EURACTIV — 2023-10-26
News from Brussels
Speaking at a Euractiv event on EU biofuels policy, David Carpintero, the director general of ethanol trade association ePURE, said lawmakers should consider which of the emissions-reduction solutions is “the most socially inclusive”.
“We cannot leave a segment of the population that cannot afford a €60,000 car out of the energy transition,” he said, arguing that high blends of biofuels can affordably reduce carbon from traditional vehicles.
“Buyers of new cars continue to choose gasoline cars [and] we need to defossilise that fleet,” he added. “When it comes to the current defossilisation of transport, 90% is done thanks to biofuels. Renewable electricity is only 1.3%.”
The EU’s objective should be to offer all citizens “mobility that is 100% GHG free”, Carpintero stated.
“Battery electric vehicles are not the response to many mobility needs. We now see consumers who are not rushing to buy battery electric vehicles,” he said. “Despite incentives and subsidies, we don’t see the numbers on sales of battery electric vehicles.”
“The European Union cannot afford an energy transition that is just for the rich,” he added.
Supporters of the electric vehicle transition argue that while prices remain higher than combustion engine vehicles at the moment, the price of electric cars will come down as supply increases and manufacturers reallocate resources and expertise away from producing fossil fuel vehicles.
New CO2 tailpipe standards
Under recently adopted EU rules, the sale of new petrol and diesel vehicles will be de facto banned from 2035, with the vast majority of new cars sold after that date expected to be fully battery electric.
“We believe that electrification of road transport is the most effective way to decarbonise transport,” said Bernd Küpker, an official at the European Commission’s energy directorate, asserting that the market is going towards electrification not just in Europe but globally.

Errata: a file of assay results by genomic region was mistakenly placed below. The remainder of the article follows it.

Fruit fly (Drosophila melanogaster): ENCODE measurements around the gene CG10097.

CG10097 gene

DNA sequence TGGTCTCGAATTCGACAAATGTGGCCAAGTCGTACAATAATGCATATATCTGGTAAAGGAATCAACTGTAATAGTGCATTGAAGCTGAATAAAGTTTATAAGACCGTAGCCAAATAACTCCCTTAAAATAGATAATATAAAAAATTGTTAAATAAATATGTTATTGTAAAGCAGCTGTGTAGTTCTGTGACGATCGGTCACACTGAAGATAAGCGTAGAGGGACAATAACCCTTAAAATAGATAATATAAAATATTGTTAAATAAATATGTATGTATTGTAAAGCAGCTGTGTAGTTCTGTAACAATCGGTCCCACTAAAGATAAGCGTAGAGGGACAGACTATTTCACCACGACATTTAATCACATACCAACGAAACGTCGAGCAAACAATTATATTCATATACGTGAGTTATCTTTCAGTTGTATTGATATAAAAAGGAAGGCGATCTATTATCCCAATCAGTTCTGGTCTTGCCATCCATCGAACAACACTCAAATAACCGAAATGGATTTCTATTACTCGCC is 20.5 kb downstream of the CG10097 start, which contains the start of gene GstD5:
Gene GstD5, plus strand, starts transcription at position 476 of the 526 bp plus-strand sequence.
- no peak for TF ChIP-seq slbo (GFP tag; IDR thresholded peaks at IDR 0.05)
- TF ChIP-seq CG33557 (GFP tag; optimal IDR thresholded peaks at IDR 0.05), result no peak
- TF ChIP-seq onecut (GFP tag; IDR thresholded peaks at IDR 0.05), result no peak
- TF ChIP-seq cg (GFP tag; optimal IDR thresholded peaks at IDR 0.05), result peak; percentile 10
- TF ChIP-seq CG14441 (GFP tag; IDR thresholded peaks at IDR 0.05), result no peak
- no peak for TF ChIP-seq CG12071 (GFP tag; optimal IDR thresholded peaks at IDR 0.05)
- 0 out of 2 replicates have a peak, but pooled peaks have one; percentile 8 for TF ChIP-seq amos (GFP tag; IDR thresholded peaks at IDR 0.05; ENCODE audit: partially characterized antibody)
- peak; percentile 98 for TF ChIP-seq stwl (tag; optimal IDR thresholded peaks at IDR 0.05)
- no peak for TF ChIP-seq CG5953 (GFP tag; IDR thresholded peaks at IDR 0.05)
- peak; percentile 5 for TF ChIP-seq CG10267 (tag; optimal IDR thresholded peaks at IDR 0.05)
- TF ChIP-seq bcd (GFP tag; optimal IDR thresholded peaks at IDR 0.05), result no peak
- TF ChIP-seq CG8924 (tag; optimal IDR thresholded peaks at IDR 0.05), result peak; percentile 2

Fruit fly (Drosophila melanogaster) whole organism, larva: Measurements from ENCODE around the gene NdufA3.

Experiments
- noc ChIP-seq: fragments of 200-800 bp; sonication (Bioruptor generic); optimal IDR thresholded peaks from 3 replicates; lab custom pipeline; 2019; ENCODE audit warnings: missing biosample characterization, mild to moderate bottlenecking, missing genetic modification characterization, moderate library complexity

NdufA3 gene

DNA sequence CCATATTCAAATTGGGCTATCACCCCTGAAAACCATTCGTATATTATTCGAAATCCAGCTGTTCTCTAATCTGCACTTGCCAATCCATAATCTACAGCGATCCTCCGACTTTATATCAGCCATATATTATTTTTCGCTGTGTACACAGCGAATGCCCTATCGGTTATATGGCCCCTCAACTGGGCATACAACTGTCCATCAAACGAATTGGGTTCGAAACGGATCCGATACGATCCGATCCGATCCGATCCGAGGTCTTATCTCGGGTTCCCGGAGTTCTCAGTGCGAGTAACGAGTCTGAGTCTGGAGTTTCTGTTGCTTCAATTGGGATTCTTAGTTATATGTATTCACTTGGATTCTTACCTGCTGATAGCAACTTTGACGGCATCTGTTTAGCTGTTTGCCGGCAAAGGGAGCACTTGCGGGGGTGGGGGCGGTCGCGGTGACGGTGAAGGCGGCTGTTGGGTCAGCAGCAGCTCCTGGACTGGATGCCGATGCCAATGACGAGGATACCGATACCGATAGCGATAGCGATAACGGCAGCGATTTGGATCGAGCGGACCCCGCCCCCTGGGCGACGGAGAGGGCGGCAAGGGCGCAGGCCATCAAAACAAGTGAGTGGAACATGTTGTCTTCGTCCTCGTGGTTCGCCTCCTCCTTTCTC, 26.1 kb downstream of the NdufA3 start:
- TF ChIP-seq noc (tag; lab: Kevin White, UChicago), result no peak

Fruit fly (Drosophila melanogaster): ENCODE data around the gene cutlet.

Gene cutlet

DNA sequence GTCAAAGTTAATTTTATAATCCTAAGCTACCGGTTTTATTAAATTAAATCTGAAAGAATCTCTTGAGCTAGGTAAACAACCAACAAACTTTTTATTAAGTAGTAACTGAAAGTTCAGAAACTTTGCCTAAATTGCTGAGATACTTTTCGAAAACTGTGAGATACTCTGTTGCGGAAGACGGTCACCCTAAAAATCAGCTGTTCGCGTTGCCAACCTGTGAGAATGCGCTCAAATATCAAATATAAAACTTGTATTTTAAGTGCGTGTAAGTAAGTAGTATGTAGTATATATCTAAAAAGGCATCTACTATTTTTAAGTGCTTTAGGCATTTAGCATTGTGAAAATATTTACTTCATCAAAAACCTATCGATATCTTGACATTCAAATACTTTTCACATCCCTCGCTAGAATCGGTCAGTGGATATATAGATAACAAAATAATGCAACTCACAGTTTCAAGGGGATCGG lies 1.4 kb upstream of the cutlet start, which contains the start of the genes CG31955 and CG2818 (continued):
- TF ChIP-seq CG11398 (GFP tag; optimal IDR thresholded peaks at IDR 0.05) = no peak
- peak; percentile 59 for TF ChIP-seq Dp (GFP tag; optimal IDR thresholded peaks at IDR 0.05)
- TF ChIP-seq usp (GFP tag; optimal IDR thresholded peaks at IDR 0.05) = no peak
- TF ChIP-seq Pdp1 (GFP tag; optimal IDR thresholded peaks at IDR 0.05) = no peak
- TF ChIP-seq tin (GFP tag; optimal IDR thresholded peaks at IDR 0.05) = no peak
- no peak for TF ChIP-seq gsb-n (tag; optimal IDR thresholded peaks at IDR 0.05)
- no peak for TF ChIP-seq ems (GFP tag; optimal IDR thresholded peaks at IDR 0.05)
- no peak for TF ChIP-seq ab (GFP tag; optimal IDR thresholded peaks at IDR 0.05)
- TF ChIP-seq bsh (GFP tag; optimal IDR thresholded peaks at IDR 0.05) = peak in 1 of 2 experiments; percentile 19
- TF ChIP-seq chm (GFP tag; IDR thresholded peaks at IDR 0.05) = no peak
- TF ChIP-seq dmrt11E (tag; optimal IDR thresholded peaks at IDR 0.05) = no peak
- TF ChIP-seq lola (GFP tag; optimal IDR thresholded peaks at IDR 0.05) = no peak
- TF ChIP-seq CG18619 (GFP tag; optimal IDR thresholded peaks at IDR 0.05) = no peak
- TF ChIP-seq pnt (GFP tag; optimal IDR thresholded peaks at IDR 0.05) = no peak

During discussions to finalise the CO2 standards for passenger vehicles law, a last-minute intervention from Germany saw an exception added which would permit the sale of combustion engine cars running exclusively on carbon-neutral fuels.
Currently, only e-fuels – hydrogen-based fuels made with renewable electricity – are considered applicable, though the biofuels industry has lobbied to have bioethanol and biodiesel included in the definition of carbon-neutral fuels.
But Chelsea Baldino, a researcher with the International Council on Clean Transportation (ICCT), a non-profit organisation, pushed against a broader definition of carbon-neutral fuels, calling e-fuels “the only scalable, low greenhouse gas fuel option that we have”.
When it comes to fuels for passenger vehicles, modelling from the EU Commission and the ICCT show that the most “cost-effective, feasible, and from a life-cycle greenhouse gas perspective the best way is direct electrification, so expanding the definition beyond e-fuels is not necessary”, she said.
Baldino also called for monitoring systems to ensure that only carbon-neutral fuels are used in combustion engine vehicles produced post-2035, warning of the risk of fraud.
In other transport modes where electrification is not possible, second-generation biofuels made from wastes and residues are favoured in EU policy, according to Küpker.
In the coming years, advanced biofuels and synthetic fuels “will grow the most, while conventional biofuels will keep at the same level”, he added.
While crop-based biofuels still form the biggest share of renewable energy in transport, “this will be less the case in 2030″, he added.
Chemical industry applications
Given the limited room for growth under the current EU policy, Michael Carus, the founder of research institute Nova, encouraged crop-based biofuel producers to pivot away from the transport fuels market towards the chemical market.
The creation of chemical-based products will continue to require carbon, meaning the deployment of bioethanol in the sector can ensure that chemical products are produced in a more sustainable way, he argued.
“It would be strange to destroy the great infrastructure of the bioethanol industry, for example, if another sector needs the same, as [is the case with] chemical intermediates. We should organise the transformation from bioethanol for fuels to bioethanol and other fermentation products for the chemical industry,” he said.
The “existing bioethanol production could be very well used” for chemical products, he stated, noting that shifting focus would mean that the “huge demand from the chemical industry” could absorb much of the biofuel quantities currently deployed to the transport sector.